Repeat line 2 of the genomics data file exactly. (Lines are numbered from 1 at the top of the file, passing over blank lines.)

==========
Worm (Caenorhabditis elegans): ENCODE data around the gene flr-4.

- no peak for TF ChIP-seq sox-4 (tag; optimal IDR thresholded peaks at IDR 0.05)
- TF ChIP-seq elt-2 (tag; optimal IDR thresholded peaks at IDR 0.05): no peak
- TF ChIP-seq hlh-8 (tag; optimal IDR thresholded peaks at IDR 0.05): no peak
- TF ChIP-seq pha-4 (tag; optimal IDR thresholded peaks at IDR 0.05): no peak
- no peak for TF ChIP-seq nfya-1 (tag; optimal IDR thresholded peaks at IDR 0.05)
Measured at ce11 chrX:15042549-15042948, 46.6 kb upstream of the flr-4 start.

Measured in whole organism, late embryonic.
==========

- no peak for TF ChIP-seq sox-4 (tag; optimal IDR thresholded peaks at IDR 0.05)